The Allegory of the Cave in Plato's Republic

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The Allegory of the Cave in Plato's Republic

This paper discussed The Allegory of The Cave in Plato's Republic, and tries to unfold the messages Plato wishes to convey with regard to his conception of reality, knowledge and education.


Plato's "Allegory of the Cave" is a story that conveys his theory of how we come to know, or how we attain true knowledge. It is also an introduction into his metaphysical and ethical system. In short, it is a symbolic explanation of his "Theory of the Forms" (or eidos).

In a cavern some people experience a strange confinement, for they are chained so they can look forward only at the wall of the cave. At their backs, a fire burns which they never are able to see. Between their bodies and the fire runs a path with a low wall, along which people carry pictures, puppets, and statues. All the prisoners can see are the shadows on the wall, all they can hear is the echo of the people walking and talking behind them. (1) The prisoners cannot see the exit out of the cave, the fire burning behind them, or the people carrying objects in front of the fire. They do not know the real objects in the cave, they only see and hear the shadows that those objects cast as they pass before the fire, and the echoes of the workers voices as they carry the objects across the parapet in front of the fire. Plato is making an appearance/Reality distinction. The prisoners are only familiar with the appearances of shadows and thus they mistake appearance for Reality. They think the shadows are Reality. They do not know what causes the shadows. For instance, if an object (a pen, let us say) is carried past behind them, and it casts a shadow on the wall, and a prisoner says, "I see...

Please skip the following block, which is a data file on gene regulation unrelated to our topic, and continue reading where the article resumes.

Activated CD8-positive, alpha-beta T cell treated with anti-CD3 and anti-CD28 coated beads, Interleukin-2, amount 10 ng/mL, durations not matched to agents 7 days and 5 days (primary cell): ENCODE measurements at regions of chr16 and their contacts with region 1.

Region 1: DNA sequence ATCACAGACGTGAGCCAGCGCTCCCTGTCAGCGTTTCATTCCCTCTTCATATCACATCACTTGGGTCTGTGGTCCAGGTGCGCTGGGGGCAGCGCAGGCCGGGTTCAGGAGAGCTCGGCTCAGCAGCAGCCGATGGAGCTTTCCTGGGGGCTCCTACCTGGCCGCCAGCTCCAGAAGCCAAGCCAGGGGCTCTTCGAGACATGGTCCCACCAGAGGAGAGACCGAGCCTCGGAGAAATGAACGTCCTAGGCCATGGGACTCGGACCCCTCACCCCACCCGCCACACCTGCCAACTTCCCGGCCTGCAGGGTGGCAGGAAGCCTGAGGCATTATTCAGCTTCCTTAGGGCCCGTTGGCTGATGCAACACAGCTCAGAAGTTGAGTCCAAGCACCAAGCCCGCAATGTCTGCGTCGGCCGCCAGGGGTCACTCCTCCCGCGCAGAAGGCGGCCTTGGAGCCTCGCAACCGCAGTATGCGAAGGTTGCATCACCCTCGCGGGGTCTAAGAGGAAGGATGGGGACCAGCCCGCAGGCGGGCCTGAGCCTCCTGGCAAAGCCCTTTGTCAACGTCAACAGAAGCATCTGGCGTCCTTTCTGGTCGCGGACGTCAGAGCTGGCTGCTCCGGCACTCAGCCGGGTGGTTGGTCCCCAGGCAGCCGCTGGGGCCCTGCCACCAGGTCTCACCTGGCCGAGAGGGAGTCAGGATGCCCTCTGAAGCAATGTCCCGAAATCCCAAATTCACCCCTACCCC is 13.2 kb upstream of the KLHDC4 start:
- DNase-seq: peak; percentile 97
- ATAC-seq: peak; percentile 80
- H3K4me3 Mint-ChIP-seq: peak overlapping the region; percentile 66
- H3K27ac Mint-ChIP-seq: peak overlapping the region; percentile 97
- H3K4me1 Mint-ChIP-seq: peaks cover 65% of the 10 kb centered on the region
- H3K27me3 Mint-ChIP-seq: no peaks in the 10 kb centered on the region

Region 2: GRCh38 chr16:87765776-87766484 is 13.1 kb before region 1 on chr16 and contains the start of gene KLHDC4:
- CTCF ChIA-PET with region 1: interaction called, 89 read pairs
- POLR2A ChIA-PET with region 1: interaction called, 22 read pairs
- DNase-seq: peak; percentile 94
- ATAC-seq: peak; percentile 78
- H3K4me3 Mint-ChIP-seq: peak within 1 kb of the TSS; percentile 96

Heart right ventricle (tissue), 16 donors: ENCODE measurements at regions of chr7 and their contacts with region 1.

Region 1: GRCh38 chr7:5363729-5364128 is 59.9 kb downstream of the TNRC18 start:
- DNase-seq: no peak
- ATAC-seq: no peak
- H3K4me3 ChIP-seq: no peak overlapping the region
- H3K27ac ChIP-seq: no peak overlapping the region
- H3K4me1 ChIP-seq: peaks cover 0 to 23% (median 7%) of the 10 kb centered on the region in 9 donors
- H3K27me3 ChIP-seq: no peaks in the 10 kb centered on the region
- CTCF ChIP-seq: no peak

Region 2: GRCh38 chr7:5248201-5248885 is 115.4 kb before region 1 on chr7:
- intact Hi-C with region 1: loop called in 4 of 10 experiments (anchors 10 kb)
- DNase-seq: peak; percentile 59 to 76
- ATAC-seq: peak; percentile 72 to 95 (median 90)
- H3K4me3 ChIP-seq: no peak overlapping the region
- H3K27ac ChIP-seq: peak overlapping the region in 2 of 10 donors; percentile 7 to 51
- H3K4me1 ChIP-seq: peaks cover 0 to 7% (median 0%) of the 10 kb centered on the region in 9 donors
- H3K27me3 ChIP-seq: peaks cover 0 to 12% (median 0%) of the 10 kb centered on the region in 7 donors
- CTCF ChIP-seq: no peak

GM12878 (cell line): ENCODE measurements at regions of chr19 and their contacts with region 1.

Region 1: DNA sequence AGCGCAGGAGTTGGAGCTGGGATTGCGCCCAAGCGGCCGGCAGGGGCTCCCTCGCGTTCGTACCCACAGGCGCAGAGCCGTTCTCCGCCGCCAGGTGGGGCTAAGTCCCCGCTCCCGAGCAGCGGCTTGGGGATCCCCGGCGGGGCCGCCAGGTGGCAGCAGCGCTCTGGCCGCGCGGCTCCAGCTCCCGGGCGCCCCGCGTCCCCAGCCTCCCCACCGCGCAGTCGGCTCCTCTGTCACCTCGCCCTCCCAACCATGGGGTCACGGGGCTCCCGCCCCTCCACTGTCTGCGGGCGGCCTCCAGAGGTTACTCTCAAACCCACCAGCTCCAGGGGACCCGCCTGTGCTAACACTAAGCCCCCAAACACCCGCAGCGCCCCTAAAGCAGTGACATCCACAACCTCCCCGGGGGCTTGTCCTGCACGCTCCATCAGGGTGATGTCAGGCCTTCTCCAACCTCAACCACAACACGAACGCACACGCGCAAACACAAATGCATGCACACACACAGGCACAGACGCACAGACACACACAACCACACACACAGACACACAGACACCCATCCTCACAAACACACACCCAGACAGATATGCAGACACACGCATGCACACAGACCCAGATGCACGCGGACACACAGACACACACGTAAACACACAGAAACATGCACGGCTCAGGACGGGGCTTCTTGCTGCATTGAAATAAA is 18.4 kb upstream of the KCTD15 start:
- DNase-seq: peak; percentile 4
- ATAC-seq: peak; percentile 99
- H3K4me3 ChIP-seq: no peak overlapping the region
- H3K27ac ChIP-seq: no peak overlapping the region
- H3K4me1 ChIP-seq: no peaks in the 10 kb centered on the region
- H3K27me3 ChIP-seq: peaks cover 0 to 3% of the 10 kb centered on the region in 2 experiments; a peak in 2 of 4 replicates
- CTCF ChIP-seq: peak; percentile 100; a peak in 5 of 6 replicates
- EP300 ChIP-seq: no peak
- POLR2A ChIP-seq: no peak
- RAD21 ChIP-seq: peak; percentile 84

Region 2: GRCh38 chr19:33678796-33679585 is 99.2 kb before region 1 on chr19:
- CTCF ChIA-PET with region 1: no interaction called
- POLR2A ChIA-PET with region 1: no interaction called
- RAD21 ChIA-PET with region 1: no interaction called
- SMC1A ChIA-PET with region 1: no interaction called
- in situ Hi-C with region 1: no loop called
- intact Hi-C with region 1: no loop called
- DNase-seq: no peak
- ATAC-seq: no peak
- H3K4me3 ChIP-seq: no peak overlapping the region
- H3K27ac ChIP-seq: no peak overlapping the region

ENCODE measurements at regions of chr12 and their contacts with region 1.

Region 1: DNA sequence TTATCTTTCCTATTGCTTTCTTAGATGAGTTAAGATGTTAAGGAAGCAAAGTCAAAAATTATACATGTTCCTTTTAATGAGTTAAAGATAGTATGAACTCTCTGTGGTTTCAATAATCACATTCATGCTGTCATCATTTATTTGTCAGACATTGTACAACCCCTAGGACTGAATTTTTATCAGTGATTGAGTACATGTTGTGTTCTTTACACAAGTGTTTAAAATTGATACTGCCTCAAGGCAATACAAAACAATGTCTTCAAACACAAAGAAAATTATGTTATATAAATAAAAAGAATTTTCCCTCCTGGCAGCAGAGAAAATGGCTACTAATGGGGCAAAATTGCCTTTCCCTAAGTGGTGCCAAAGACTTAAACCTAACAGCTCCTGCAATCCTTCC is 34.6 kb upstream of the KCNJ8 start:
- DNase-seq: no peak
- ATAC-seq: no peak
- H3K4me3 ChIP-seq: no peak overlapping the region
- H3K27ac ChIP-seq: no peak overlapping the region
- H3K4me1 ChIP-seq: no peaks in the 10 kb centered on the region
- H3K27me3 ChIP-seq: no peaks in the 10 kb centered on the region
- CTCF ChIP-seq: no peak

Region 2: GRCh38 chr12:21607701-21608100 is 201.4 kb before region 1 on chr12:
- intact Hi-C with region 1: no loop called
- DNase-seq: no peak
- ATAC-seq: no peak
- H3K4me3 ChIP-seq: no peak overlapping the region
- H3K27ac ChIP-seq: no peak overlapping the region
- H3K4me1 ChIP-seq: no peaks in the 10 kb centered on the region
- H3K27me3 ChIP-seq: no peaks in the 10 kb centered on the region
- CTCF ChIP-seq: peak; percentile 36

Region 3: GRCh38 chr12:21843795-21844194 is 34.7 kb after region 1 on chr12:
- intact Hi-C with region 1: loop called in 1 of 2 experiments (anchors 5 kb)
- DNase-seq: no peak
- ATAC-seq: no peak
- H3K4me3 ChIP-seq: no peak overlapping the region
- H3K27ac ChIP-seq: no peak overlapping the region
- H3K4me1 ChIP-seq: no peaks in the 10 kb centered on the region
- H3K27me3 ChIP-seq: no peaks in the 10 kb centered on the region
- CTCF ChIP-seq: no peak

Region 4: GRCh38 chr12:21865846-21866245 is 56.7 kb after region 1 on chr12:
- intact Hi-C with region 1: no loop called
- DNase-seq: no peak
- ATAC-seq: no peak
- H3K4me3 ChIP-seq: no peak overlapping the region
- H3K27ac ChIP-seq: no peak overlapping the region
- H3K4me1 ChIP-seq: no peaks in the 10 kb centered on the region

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...g of their true nature. It is the understanding of the cave man when, finally, he is able to look up at the Sun itself and see the light it shines. Once one is ready to look up at the Sun, and bask in the splendorous light of the Good, one understands the unity that brings the Forms of all things together.

In short, Plato's cave allegory unveils the heart of his philosophy. The Good--as symbolized by the sun--is not only the source of all other essence and existence, but is the foundation of all knowledge. Because it grounds my knowledge of the world it also, if truly grasped, is the necessary and sufficient cause of my becoming virtuous and happy. To leave the cave and come to know the Good is then the goal of the philosopher's life. If it is accomplished, the philosopher not only knows the Good, but he becomes Good. By becoming virtuous, he becomes happy.
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